Flaws and Gemstone Inclusions–unique road maps that tell a story

Most people have an uneasy relationship with their flaws. Flaws are seen as disrupting our effectiveness or ruining our looks–we obsess over them, bemoan their existence, imagine our faces and personalities and bodies without them. At the same time, we recognize our flaws make us who we are–they mark us as unique beings unlike anyone else. As such, we tolerate and even love them.

When it comes to Gemstones, flaws get dressed up in a fancy word–inclusions–and are as fascinating and worthy of examination as our own. The flaws–or inclusions–within a gemstone tell the story of how that particular gemstone formed and identify it as entirely individual and distinct. Much like our own quirks and idiosyncrasies formed by the experiences and circumstances of our lives inclusions within a gemstone are road maps to  a stone’s genesis.

Author and Gemologist Dr. Joel Arem says, “Simply put, an inclusion is any material that is trapped inside of another mineral while that mineral forms. Inclusions may be comprised of crystals of other minerals, liquid or gas bubbles, or even fractures caused by radioactive material contained within the host material. Inclusions are instrumental in identifying many species of gemstone and the world of gemstone inclusions is beautiful, fast, and exciting”

When choosing certain stones to set in my own jewelry, I often tell my stone cutters to find me stones that have “body”–this is my shorthand for inclusions. I want my Lapis Lazuli to showcase the pyrite streams within that, together with the blue mineral lazurite, give this colorful aggregate its distinct and subtle beauty. I specifically ask for Turquoise that shows traces of limonite and calcite in a spidery matrix across its surface.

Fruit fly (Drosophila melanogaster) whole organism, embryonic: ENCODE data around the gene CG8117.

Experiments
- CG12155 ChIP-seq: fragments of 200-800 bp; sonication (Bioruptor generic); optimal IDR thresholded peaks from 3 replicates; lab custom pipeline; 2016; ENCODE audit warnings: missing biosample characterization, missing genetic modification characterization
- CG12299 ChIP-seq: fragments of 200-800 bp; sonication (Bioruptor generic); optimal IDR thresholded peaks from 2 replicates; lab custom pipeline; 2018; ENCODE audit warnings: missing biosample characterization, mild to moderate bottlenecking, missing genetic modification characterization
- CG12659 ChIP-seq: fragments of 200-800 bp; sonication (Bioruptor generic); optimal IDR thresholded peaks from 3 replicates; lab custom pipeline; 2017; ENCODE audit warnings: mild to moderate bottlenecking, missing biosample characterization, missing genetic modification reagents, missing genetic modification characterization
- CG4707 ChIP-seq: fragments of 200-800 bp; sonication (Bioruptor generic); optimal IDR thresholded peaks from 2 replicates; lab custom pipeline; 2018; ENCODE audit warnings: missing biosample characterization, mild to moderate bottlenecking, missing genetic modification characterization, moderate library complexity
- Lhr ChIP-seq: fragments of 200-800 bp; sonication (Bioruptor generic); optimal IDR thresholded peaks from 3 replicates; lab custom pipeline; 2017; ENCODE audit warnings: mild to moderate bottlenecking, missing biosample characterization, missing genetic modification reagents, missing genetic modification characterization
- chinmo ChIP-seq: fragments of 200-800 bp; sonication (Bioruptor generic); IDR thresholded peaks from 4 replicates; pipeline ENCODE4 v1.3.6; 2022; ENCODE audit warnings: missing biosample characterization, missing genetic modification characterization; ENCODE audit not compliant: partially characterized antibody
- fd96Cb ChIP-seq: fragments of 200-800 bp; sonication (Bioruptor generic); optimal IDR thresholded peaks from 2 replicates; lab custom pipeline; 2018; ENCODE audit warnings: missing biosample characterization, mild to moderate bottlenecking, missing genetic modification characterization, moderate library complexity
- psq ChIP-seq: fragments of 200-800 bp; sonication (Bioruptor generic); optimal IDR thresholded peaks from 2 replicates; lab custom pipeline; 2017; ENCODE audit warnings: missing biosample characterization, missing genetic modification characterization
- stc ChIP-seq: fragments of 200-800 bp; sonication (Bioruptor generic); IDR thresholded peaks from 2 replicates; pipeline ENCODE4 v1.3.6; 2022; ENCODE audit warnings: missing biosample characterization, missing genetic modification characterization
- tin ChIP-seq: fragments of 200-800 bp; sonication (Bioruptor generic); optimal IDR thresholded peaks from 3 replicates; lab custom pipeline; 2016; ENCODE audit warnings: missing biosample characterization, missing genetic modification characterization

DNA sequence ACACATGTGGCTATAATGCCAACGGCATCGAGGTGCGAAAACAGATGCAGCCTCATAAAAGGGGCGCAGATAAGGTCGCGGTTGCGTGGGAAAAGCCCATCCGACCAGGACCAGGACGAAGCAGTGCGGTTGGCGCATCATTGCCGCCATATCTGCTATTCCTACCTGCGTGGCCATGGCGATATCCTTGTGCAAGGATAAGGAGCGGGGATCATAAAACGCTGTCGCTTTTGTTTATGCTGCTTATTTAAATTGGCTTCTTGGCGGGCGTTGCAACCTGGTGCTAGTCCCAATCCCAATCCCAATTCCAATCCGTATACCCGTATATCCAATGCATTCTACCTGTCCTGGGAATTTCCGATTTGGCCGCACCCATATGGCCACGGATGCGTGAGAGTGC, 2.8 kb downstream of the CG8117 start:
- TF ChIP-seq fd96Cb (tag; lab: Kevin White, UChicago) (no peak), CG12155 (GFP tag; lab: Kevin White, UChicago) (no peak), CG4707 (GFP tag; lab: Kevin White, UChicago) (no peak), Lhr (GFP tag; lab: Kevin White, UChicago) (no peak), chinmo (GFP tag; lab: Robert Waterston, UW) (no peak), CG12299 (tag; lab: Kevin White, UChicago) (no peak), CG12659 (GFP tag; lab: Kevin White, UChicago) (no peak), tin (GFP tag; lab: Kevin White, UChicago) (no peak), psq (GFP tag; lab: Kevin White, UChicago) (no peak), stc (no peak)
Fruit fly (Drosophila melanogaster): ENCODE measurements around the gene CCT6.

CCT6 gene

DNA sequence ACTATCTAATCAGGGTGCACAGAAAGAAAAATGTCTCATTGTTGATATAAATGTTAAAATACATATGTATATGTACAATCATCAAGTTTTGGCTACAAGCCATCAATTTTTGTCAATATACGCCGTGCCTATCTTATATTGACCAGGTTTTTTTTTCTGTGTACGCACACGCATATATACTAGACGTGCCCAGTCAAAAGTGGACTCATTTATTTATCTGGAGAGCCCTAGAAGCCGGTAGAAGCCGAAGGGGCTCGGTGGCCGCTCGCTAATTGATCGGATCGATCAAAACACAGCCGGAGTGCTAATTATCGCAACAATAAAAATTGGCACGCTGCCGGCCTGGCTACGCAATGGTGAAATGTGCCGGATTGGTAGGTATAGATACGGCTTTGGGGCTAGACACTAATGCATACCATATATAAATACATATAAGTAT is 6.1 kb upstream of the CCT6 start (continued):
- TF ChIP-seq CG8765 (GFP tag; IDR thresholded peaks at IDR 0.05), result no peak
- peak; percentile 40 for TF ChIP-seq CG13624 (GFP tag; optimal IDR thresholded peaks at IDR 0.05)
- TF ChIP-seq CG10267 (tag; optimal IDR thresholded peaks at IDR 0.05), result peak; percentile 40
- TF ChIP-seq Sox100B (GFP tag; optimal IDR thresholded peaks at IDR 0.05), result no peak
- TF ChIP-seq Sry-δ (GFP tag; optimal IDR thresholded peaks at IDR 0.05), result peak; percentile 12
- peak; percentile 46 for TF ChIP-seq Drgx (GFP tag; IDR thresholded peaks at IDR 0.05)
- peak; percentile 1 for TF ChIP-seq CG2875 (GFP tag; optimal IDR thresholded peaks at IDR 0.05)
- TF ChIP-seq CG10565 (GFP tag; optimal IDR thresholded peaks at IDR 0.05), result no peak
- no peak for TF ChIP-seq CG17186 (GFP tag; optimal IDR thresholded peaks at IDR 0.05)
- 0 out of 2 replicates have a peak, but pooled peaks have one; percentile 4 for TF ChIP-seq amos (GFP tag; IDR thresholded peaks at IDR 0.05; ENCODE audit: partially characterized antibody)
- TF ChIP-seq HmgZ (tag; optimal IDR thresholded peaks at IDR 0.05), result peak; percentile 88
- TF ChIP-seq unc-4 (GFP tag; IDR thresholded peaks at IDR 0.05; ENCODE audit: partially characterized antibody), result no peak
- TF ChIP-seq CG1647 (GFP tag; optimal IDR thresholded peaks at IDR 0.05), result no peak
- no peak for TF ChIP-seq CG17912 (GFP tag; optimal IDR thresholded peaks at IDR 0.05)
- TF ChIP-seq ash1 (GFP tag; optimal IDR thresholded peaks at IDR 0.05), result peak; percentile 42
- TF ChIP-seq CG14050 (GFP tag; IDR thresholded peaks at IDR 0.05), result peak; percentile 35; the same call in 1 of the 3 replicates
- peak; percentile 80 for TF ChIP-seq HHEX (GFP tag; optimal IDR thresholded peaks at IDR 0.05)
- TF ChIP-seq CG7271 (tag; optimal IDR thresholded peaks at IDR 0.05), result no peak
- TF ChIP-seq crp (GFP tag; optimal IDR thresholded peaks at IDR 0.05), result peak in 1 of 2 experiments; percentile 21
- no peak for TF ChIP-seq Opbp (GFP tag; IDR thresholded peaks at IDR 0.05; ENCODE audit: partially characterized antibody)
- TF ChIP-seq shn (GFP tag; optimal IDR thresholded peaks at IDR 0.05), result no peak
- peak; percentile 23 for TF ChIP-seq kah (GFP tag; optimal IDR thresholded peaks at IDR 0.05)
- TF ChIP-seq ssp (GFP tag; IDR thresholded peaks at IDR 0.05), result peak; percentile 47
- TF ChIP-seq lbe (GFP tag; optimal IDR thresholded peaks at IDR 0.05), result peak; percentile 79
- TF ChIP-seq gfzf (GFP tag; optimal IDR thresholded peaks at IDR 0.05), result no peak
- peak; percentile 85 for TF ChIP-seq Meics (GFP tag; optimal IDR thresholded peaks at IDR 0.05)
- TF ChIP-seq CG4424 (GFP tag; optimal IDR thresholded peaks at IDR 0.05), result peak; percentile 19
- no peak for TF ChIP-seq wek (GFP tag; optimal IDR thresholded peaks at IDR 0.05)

Some stones such as Apple Green Chrysophrase and the clear Quartz varieties–green and pink amethyst, rock crystal and smoky quartz–look best when cut to showcase their clarity, inclusion-free. Other stones couldn’t exist without their characteristic inclusions–dendritic and rutilated quartz, banded and moss agates.

The photographer Danny Sanchez uses a powerful microscope and a camera to bring the inner words of included gemstones to life. These breathtaking photographs reveal the eerily beautiful landscapes within a gemstone– borne from the forces of immense heat, time and pressure deep within the earth’s crust where gemstones form. Jewelry entices for many reasons, and not least is the allure of adorning ourselves with one of these naturally borne miracles as we go through our daily lives.

Next time you are stuck in traffic, waiting in line at the grocery store, sweating through another spin class or just whiling away the hours in a daydream glance down at your favorite gemstone ring or slide that sparkly earring off and marvel at the feat of natural engineering that created your favorite bauble. Better yet, celebrate one of your unique and beautiful flaws while you do.

Phoebe Jonas